Joseph's death resulted after the destruction of a press that was publishing "libelous" material. He was called to stand trial in a neighboring community, where he was killed by a mob. The church splintered, with the majority eventually following Brigham Young to Utah (while Joseph's wife and children remained in the midwest.)
Joseph's story is that of a man who took on responsibility significantly beyond his upbringing. The book presents his story as it occurred during the time. He was a charismatic leader who believed he had received divine communication. He was also a community leader who set up organized structures that outlived him. And finally, he was a man with weaknesses. This book tries to provide a story of his life as close to what he experienced in his time. In that it succeeds.

Saturday, August 13, 2016


Foodist is a "diet" book with a simple message: eat real food, not processed junk. It criticizes most "Diet" books for focusing on individual components instead of emphasizing good behavior over the long run. Those "simple" diets may help people lose weight quickly, but they don't alter the body's setpoint and people usually end up back where they started (or worse.) They also tend to make foods the enemy. Instead, people should focus on "real" food, as close to the production as possible. They should try to prepare it themselves and eat what is delicious, while not going for the quick fix. It makes a whole lot of sense. I was expecting this to be more of a "science" book than a diet book, but it did have some good parts.

Lady cyclist's Guide to Kashgar

I should know better than to pick up a book just because it has a bicycle on the front. A Lady Cyclist's Guide to Kashgar has almost nothing to do with bicycling. It also has very little to do with Kashgar (a Muslim, Western Chinese city.) What does that leave? "Lady Guide". Yep. This is a piece of chick-lit set in both the early 1900s and the current day. The old Lady was a "missionary" in Kashgar. However, the natives are just "extras" in this story about her coming to grips with herself and others. The modern girl eventually discovers that the old lady is her "ancestor". The generations of women all have the desire for exploration which in part leads to dysfunctional relationships with the other people in their life. It was not my type of story.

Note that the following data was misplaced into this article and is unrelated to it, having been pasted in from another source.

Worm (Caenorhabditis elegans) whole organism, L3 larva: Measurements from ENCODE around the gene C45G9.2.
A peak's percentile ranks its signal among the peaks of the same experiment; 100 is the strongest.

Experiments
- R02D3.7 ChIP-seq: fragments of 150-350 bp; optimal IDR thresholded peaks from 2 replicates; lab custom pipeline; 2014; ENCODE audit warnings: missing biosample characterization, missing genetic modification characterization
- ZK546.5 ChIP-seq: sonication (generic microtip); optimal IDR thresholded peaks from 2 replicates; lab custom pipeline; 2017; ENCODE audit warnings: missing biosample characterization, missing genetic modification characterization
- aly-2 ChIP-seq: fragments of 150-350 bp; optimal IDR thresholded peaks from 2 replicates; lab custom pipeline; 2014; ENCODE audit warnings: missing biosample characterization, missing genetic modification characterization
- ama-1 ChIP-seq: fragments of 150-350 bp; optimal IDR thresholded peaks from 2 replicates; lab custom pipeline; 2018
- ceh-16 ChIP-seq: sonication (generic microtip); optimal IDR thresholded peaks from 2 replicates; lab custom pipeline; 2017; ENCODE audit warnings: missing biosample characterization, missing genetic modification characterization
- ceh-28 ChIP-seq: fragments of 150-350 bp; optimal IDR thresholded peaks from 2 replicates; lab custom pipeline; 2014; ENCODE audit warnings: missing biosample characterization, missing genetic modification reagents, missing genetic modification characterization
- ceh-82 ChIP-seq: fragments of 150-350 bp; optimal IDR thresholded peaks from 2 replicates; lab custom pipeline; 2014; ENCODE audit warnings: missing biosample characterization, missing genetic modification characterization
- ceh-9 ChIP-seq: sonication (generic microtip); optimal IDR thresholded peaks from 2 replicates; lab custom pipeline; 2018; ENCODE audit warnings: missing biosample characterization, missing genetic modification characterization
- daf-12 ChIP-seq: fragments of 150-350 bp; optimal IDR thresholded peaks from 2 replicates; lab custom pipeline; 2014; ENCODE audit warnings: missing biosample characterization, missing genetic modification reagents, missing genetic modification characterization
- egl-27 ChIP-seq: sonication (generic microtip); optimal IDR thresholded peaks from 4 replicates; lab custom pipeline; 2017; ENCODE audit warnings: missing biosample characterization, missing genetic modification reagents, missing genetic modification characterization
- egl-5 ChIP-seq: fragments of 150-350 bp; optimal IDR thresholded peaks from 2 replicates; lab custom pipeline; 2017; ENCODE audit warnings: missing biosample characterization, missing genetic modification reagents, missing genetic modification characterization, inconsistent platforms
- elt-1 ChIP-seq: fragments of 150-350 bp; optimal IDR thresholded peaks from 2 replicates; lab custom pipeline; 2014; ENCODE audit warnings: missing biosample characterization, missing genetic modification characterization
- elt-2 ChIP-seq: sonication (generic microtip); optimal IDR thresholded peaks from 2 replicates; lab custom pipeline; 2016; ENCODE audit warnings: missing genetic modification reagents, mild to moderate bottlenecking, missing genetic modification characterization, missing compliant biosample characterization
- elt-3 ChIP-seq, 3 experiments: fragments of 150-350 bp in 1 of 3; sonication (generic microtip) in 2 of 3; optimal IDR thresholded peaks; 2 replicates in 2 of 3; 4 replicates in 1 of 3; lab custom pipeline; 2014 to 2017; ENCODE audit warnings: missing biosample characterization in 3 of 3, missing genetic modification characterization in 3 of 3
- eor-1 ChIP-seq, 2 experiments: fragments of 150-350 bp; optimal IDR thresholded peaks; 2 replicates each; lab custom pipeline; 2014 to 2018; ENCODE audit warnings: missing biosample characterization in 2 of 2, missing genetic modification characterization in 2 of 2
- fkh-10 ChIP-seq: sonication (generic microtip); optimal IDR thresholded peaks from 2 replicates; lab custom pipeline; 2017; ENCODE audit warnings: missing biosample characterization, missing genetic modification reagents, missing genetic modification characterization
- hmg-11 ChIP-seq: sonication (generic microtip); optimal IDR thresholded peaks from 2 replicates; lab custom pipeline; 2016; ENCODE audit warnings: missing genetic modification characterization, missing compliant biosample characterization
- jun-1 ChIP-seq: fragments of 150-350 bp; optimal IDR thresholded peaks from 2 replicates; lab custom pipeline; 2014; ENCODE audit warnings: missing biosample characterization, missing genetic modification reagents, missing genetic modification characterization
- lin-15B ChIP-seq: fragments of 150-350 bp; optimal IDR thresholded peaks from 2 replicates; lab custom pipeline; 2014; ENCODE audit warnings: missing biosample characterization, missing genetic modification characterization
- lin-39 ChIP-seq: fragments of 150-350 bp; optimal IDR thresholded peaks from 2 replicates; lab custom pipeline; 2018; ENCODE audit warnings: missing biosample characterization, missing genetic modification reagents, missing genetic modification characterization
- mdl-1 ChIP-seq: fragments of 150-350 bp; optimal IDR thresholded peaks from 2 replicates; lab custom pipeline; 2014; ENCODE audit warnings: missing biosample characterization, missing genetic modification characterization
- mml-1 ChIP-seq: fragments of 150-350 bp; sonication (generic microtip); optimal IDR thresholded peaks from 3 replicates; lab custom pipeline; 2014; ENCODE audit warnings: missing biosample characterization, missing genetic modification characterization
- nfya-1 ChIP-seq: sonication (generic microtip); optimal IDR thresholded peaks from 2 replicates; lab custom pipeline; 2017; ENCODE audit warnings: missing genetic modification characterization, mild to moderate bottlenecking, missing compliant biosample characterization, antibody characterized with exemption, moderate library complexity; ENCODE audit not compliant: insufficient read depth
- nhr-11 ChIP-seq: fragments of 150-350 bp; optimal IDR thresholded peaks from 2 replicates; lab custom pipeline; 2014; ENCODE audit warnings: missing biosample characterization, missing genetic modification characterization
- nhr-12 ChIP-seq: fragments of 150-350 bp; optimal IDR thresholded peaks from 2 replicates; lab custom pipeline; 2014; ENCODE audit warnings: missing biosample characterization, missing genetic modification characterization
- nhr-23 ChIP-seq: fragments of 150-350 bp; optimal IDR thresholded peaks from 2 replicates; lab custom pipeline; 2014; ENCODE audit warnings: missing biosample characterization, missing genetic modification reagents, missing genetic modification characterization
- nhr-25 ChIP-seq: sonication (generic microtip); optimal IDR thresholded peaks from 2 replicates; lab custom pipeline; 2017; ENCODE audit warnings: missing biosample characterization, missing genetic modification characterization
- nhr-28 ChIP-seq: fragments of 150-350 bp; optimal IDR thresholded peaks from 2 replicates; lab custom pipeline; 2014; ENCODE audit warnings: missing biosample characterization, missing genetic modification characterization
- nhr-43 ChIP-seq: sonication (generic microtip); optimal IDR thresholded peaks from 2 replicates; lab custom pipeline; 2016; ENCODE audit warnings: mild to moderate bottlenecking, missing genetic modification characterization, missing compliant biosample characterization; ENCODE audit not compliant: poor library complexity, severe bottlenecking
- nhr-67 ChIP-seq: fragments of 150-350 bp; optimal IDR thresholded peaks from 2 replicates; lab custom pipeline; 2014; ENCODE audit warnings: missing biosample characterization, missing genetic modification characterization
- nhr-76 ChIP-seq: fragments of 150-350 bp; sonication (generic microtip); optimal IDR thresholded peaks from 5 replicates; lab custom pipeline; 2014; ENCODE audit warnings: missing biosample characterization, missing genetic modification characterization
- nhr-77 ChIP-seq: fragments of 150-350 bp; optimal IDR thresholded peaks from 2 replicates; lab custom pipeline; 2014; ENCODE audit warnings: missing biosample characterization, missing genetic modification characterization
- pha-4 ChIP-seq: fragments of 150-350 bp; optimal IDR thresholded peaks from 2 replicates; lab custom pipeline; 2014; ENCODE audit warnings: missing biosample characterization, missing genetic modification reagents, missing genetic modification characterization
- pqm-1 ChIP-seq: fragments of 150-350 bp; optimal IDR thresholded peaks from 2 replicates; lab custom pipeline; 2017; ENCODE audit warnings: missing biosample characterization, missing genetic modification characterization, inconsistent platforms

The Candy Shop War

A fifth grader moves to a new town over the summer. He reluctantly makes friends with some neighborhood kids. He doesn't want to perform the initiation task. However, standing up to the bullies is enough, and the four kids become good friends.

Shortly after the school year starts, they visit a new candy shop in town. While it seems to be a normal candy shop at first, they soon learn that it is run by a magician that dispenses magical candy. The magician cannot leave her "lair" and candy is most effective on young children. This leads to the children gradually getting involved in a magical war. They have to figure out who is good and who is bad and work to prevent potential calamities.

Candy Shop War is the type of fantasy that I enjoy. It is set in a "real" world. (In this case a fictional "Colson, California", situated in the outer Contra Costa county suburbs of San Francisco.) The people are mostly normal people who interact with a bit of magic in their normal world. The magic has "always" been there, but most of the people don't realize that it has existed. ("White Fudge" is an addictive sweet that further helps to make adults oblivious to the presence of the magic.) The story also takes many unexpected twists and turns without becoming implausible.
The magic system is also a great one. Who would suspect magical candy that only impacts children?

Wednesday, August 10, 2016

The Shadow Rising

I tried. Brandon Sanderson wrote the final books in the Wheel of Time series, so it couldn't be bad, could it? Alas, after listening to a few hours worth of the audiobook, I had no clue what was going on or any desire to find out. I couldn't even make it through the plot summary on wikipedia. I've come to the conclusion that Robert Jordan's series is just not for me. I'm sure other people enjoy it, but for me, it will be my backup for times I can't get to sleep and there are no Jane Austen books to be found.